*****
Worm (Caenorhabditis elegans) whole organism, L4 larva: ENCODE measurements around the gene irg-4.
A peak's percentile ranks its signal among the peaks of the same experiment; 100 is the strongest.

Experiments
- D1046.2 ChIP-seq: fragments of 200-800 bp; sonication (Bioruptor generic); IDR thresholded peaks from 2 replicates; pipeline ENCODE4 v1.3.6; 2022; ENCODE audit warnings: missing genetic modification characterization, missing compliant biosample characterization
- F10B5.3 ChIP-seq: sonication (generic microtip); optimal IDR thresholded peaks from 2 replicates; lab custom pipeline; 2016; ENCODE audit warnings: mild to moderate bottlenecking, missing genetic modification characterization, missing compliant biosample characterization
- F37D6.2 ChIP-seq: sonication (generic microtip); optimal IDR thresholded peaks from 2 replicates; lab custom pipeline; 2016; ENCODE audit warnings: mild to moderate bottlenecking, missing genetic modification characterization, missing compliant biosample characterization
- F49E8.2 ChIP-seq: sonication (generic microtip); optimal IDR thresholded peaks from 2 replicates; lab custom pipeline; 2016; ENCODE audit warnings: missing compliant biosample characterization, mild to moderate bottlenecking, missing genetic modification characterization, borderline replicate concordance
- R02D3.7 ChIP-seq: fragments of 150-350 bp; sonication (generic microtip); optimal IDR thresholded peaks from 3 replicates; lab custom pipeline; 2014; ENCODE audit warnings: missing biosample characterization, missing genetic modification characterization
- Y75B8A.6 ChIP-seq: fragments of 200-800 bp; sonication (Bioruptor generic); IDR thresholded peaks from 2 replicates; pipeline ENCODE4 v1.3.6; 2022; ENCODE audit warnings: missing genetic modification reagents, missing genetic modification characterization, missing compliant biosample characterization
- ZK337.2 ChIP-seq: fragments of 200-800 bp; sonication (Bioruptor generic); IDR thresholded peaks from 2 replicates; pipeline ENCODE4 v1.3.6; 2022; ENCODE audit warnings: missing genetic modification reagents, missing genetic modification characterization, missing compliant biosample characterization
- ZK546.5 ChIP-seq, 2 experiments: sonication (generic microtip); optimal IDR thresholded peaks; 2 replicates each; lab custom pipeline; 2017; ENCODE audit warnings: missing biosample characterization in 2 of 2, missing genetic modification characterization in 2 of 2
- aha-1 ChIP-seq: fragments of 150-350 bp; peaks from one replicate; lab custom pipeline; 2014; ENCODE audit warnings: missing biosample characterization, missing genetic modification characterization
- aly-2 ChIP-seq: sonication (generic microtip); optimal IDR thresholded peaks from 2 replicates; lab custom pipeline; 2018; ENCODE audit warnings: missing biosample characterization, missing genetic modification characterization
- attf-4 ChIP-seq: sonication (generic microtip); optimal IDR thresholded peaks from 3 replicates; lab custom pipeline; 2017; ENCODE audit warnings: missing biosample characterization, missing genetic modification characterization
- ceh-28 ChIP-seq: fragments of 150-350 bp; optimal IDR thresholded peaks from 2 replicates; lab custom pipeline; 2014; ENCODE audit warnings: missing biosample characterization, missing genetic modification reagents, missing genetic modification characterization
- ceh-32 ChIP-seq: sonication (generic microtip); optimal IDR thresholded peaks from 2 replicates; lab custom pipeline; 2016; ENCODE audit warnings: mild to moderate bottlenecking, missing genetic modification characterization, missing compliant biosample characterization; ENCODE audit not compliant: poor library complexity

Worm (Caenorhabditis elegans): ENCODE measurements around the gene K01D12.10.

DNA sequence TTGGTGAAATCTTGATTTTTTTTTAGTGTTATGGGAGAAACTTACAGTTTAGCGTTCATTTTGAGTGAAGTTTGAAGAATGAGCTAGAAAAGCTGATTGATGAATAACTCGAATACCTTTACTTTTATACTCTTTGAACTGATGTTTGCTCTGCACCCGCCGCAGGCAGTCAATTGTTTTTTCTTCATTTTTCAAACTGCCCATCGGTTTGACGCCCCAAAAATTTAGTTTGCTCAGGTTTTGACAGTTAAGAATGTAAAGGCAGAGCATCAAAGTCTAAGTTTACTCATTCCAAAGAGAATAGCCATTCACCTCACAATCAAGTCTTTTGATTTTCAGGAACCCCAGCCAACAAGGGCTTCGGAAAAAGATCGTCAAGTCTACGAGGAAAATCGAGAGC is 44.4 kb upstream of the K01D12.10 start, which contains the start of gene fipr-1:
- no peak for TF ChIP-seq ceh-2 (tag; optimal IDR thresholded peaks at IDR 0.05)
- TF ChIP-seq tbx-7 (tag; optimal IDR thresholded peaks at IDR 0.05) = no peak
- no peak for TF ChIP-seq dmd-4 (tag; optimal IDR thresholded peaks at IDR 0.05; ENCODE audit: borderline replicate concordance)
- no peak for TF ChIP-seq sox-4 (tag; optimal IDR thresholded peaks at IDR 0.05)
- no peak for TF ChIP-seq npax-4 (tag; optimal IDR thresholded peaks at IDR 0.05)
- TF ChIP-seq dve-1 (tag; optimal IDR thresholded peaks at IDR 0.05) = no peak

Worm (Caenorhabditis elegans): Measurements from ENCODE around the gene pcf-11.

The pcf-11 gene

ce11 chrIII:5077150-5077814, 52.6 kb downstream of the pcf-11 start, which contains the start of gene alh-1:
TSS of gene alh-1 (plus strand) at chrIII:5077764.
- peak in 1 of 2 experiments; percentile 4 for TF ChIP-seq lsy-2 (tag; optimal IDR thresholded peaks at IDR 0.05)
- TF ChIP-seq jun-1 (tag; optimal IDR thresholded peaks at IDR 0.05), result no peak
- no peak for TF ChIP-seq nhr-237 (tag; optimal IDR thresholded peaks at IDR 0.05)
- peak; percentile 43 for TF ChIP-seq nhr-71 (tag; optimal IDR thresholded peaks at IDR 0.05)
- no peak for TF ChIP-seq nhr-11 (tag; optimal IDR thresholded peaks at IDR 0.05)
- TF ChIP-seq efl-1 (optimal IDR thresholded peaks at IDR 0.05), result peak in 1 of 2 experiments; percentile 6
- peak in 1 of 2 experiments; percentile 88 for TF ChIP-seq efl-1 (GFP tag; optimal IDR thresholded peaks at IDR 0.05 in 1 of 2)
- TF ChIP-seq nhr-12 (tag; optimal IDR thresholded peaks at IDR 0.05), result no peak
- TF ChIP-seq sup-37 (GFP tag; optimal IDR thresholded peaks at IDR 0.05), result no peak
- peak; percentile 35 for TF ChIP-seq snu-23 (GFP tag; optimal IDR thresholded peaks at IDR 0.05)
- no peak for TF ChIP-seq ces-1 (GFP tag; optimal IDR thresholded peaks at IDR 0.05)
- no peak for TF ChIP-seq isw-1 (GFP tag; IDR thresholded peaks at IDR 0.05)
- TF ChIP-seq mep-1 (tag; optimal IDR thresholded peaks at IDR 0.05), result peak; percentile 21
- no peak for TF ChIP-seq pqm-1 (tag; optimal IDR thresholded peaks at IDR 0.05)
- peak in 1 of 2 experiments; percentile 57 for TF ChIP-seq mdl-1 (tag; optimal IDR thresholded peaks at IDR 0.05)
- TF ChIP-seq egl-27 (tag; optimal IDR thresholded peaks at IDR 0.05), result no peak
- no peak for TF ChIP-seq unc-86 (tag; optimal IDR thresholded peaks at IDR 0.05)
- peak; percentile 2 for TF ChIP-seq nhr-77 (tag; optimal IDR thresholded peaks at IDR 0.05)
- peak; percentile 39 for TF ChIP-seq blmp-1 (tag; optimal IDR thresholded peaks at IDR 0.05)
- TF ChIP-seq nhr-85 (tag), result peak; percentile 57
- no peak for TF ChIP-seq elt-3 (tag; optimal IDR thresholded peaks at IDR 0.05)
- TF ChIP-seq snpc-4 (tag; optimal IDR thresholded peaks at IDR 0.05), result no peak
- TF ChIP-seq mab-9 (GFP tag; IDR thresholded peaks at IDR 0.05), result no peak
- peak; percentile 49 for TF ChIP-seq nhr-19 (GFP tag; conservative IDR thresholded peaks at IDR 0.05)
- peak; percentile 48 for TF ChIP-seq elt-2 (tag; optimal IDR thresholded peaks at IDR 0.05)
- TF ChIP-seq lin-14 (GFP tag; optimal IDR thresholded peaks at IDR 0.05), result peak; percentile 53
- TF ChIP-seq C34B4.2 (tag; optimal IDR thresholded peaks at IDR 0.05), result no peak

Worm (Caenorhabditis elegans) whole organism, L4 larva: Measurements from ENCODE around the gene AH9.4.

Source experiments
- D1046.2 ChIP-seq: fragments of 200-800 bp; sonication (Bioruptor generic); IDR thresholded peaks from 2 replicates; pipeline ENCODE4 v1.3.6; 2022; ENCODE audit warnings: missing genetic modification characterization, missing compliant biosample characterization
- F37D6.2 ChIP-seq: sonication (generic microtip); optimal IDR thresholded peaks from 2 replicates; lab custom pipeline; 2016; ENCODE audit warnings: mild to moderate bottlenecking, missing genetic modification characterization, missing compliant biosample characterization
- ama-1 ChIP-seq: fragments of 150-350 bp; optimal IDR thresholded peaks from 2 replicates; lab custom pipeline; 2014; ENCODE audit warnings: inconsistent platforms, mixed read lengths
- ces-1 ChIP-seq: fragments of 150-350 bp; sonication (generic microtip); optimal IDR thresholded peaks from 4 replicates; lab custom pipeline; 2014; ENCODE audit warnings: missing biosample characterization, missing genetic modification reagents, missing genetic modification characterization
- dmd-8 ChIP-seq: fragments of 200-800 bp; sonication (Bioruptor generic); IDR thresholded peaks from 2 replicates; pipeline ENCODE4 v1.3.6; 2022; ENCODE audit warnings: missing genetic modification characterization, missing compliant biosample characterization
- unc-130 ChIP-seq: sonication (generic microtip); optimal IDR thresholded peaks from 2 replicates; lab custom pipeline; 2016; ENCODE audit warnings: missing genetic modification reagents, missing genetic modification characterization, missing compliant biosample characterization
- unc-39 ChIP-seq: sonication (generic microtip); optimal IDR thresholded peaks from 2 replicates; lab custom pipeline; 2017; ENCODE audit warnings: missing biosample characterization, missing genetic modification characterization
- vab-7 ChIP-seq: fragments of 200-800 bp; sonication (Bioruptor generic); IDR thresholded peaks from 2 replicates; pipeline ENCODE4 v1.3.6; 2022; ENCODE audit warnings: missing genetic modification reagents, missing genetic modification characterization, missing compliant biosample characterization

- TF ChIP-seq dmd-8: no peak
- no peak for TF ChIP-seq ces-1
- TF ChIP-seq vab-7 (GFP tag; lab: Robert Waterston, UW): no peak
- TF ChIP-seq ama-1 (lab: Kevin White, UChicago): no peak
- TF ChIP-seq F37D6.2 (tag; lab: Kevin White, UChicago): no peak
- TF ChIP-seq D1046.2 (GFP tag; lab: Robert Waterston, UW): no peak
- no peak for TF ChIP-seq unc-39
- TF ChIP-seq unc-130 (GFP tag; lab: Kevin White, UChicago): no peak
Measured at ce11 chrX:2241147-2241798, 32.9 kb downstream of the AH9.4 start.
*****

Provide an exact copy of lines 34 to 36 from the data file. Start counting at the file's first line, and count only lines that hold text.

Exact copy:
- TF ChIP-seq efl-1 (optimal IDR thresholded peaks at IDR 0.05), result peak in 1 of 2 experiments; percentile 6
- peak in 1 of 2 experiments; percentile 88 for TF ChIP-seq efl-1 (GFP tag; optimal IDR thresholded peaks at IDR 0.05 in 1 of 2)
- TF ChIP-seq nhr-12 (tag; optimal IDR thresholded peaks at IDR 0.05), result no peak